Have you ever heard of the obesity paradox? No?
I’ll explain what it is.
It is a theory that fat has a protective effect against some serious diseases , a theory supported on the basis of some studies that in the past years have pointed out that overweight and obese (but not severely obese) people had life expectancies longer than those underweight.
From these studies, the cardiologist Carl J. Lavie and the scholar Kristin Loberg, co-author of bestsellers on the topic of nutrition, had talked about obesity paradox , or obesity paradox.
Those who are fatter but in good health would live better and longer than those who are underweight.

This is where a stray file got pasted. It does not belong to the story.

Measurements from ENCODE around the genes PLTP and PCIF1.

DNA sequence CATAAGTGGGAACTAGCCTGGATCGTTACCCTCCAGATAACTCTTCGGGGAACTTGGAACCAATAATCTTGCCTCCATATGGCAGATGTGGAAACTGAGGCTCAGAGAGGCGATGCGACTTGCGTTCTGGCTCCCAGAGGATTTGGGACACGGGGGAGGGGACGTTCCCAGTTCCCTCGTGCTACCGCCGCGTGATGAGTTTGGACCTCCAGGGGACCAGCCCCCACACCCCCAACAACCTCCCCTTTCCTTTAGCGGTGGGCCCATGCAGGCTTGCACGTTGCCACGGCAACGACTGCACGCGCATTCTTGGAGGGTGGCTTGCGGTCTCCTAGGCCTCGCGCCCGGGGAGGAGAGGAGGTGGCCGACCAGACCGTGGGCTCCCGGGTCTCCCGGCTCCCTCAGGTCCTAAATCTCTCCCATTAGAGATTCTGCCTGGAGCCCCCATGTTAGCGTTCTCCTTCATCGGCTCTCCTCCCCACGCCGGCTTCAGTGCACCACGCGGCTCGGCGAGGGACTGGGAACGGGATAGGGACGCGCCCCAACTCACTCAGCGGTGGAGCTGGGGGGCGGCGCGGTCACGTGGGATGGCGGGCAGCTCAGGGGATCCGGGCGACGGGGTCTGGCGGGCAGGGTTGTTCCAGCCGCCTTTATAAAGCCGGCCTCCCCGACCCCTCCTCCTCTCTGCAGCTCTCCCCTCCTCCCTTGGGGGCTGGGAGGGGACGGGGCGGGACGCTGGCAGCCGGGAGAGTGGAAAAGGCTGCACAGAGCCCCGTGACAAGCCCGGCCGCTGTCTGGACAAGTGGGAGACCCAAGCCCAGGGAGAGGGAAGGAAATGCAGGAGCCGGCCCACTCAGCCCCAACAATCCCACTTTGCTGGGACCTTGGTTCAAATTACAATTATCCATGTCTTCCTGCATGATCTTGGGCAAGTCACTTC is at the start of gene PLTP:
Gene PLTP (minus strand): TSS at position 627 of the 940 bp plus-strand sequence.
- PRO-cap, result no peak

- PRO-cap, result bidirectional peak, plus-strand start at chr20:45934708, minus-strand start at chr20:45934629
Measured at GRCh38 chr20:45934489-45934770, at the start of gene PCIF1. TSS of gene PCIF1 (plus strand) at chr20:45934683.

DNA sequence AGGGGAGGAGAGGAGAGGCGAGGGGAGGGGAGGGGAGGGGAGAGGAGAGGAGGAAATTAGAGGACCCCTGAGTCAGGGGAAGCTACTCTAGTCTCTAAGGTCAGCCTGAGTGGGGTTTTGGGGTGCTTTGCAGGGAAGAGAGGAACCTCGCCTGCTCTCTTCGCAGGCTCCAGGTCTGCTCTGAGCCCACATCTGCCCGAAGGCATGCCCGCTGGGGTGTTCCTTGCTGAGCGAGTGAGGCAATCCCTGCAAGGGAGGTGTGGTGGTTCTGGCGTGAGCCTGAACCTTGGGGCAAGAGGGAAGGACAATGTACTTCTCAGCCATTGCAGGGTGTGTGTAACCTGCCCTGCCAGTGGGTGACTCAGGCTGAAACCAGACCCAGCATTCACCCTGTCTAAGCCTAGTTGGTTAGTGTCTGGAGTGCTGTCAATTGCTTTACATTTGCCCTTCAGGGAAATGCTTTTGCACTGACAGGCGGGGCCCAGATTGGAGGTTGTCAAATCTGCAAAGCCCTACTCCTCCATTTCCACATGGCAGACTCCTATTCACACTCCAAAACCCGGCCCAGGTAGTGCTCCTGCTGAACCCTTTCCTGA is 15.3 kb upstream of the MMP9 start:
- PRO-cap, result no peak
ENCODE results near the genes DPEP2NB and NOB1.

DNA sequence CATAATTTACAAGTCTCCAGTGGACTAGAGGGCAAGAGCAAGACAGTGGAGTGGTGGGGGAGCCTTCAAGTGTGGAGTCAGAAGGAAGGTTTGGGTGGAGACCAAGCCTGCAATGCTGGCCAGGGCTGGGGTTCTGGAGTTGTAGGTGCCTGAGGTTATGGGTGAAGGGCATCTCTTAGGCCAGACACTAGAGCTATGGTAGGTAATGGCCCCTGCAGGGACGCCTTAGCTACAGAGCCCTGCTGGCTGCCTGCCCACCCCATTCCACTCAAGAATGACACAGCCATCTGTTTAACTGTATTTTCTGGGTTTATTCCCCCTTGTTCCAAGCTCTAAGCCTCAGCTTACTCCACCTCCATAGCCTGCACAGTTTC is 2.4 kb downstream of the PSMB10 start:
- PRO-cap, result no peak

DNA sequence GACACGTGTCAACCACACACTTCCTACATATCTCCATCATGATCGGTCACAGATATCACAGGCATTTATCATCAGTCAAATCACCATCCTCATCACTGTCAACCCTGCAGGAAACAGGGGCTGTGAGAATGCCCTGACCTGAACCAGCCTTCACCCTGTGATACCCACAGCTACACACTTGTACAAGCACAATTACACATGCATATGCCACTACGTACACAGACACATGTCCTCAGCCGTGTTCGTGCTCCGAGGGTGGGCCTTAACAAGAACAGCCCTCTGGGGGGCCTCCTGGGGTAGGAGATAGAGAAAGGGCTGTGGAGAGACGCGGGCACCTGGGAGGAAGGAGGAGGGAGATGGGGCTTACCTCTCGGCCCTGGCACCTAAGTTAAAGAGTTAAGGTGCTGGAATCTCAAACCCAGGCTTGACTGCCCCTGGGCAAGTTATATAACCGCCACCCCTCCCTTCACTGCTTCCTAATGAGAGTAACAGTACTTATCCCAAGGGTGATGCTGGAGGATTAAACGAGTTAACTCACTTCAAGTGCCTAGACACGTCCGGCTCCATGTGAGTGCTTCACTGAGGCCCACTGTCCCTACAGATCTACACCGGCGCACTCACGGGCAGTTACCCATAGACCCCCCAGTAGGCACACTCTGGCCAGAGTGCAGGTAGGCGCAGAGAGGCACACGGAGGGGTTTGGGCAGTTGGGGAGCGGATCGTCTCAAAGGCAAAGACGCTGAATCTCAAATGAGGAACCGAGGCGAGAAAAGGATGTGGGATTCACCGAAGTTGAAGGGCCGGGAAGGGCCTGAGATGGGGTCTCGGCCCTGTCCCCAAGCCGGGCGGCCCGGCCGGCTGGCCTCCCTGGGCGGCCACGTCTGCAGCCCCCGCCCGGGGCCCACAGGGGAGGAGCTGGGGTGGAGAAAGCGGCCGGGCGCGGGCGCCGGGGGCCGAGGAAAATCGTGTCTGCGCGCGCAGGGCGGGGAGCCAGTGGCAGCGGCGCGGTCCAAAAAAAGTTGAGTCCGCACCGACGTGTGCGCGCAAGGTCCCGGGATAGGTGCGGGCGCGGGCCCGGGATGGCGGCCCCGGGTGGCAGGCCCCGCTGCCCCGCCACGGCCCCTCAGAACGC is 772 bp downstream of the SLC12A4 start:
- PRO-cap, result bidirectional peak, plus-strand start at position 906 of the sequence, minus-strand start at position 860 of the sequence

And what do we do with the definition of obesity as a disease?
Here, a new study, on a very large sample of people (almost three hundred thousand), conducted for four years plus a window of further five years of analysis and confirmation of the data, has instead led to conflicting results , for which the paradox of obesity would not exist .
The problem, the experts explain, is that in previous studies a correlation was made between body mass index and disease frequency .
But the body mass index only indicates the ratio of weight to height, and does not reveal the distribution of body fat .
Combining this new data, and in particular by measuring the waistline of the study participants, the researchers at the University of Glasgow, who conducted the Biobank study, found themselves with results opposite to those highlighted in the theory of “protective fat”.
Those who weigh over a BMI of 23 and have a wider waistline have a higher risk of disease than those with less abdominal fat and less body weight (or same body weight).